Right. For instance, One of my professors in college taught how to see shapes in your scribbles. It was just that easy. I actually start off most of my work doing this. Sometimes I fall into scribbling patterns if that is at all possible. My point is that this technique is one that sparks creativity. I'm sure there are many more, actually, that could be a cool thread!

    I think Marko even does this to an extent. If I remember correctly he basically begins a character loosely and sees where it takes him. He'll start at an arm and find personality in it which gives the character his or her's clothing style, expression etc. Anyone can create like this. Obviously he is very gifted and not everyone can do that as well as him right off the bat. But I'm sure he wasn't always that good either. That is where hard work ethic comes in handy, so there is hope for all. That's just my two cents.

  18. #17
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    True, but you can't really make a rule out of it... I asked him about that in Montreal and he totally burned me in front of everyone :|

  19. #18
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    I went to art school and basically I think its a big waste of money. I am still paying off loans.
    I left before second year... because 2 of the teachers pulled me aside and asked me what I was doing there...in the same week. They said that I was just wasting my money and that I should just take the job offer that I got and work and draw on my own. Ha ha I kind of replied.... why didn't you tell me this before I wasted 10,000$? They said that they didn't want to lose their jobs... It was all a little traumatizing actually... I think the general population believes in the whole..."stay in school and get yourself that piece of paper that says that you are smart." I don't think its the same for artists though.

    Anyways
    I think my favorite art teacher was the one that striked fear in my heart.... Ha Ha countless times he would make students run out of the room crying. At first I thought I would hate him. He would come up behind you .... and look at your work and ask you if you were an idiot...LOL*remembers* He strived for preciseness...perfection and a need for self improvement. If you got even a smidgen of a compliment from him... it was like the world was yours for the taking. He is the only man that I would ever let belittle me in front of a group of people... Because... I saw it... I saw such a massive improvement in my work. And you basically strived never to be humiliated again in front of the class. I know a lot of people didn't approve of his teaching methods. But I doubt I would have respected him like I did if he wasn't that way. He made me see the world differently.....bring reality to a piece of paper. He was like the martial arts teacher in Kill Bill ....less asian. In the end he was one of the teachers that pulled me aside... and told me that I needed to stop wasting my money. And 2 days later I was out of the school and started my own freelance business... and I haven't stopped getting work since. I think you need to master the basics in art and then strike out on your own instead of wasting your money.... But make sure you have the basics under your thumb before you do that.... And that can take some time... I still have not fully mastered the basics.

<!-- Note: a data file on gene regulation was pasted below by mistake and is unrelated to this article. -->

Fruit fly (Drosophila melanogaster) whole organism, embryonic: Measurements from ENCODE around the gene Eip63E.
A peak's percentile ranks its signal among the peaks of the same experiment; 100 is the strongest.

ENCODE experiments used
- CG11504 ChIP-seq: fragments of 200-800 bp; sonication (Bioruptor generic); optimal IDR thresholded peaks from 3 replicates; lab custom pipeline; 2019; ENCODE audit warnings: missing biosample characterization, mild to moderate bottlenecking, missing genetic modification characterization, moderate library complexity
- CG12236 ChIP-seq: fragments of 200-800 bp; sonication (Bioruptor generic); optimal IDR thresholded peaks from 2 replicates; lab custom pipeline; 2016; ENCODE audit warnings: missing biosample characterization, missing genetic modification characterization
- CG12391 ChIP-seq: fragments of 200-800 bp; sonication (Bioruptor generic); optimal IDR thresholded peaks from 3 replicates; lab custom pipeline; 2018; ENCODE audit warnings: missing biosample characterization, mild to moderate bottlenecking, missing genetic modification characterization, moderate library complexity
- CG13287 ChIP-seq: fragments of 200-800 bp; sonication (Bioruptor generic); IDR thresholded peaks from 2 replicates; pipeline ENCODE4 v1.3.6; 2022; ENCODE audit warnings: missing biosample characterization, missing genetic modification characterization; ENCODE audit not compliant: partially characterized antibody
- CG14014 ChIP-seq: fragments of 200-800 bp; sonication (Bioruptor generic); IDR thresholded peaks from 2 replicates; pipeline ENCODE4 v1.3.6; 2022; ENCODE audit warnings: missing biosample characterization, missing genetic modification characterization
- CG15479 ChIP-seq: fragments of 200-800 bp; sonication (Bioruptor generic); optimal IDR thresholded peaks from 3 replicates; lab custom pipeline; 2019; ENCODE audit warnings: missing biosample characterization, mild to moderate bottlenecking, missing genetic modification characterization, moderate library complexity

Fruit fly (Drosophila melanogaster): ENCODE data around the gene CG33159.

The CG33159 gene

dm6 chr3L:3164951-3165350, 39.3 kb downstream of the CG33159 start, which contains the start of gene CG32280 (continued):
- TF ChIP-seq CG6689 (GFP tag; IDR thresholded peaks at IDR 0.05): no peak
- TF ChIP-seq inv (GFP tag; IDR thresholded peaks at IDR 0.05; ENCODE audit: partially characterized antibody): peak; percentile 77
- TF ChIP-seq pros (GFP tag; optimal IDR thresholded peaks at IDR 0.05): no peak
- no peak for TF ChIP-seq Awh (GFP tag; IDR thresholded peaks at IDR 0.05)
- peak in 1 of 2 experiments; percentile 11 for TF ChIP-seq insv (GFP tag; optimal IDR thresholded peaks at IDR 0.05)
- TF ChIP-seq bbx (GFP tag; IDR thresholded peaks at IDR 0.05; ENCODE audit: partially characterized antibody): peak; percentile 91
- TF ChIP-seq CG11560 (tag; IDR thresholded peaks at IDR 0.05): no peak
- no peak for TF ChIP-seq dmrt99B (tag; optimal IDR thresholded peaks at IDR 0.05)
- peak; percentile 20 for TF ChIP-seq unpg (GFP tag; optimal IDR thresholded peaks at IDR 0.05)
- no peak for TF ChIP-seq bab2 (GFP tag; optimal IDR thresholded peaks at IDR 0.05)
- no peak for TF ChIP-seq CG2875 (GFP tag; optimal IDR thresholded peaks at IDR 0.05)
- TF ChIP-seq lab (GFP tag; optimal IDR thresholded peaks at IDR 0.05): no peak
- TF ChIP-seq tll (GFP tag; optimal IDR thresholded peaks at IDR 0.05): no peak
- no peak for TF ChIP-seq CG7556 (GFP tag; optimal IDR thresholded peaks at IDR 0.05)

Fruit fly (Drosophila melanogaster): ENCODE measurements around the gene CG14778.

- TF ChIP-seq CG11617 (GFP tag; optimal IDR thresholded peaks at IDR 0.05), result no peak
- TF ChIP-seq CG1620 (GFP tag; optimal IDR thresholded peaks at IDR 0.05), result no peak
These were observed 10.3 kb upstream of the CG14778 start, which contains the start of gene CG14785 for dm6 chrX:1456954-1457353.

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  20. #19
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    Creativity is a function of the brain. Learning creates new connections, which can be coupled in new and interesting ways. With the proper focus, this can translate into increased creativity.

    It's a good thing CA is here to bolster the global art institutes that don't have a clue.

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    You never want to make rules for yourself when it comes to your artwork. For myself, they promote bad habits and repeating ideas. The only rules I have for myself encourage artistic developement like drawing everyday and the like.

    Sometimes when I'm stuck in the idea stage I will start writing, basically just brainstorming and word associating. I feel it helps free up the mind when you feel the pressure to be unique and creative.

    These are just tools however, you can find inspiration all around you. I find bugs and deep sea life quite fascinating and trees. There are so many abstractions in nature and man-made objects as well. You just have to start looking and then a whole new world will open for you.

  22. #21
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    To clarify my post about creativity (not to hijack this thread or anything ):

    I don't believe it can be actively trained like a skill. I don't think that by trying to draw weirder or more 'creative' stuff everyday that you will become more creative because of it. I did that all my childhood and teenage years and all I came up with was the same thing. Martial arts character. Spaceship. Maybe if I was having a good day I'd come up with some sort of martial-arts spaceship.

    I DO believe that it can be improved/developed in a roundabout way. I posted one time about the theory (though it may not be a new one) that my prof had about creativity. That a creative thought was just a random thought plucked from the recesses of your mind that somehow worked in a new and refreshing way. He concluded that the more you know, the more you've experinced, the more random thoughts occur and the more chances there are for creativity.

    So do I believe you can train yourself to be creative? No. But I do believe that the more you know, the more chances you have for creative thought.

    EDIT: This is only observations I have made about my own experiences. I even don't know if anyone can really comment on someone else's creativity, perhaps it's different for everyone...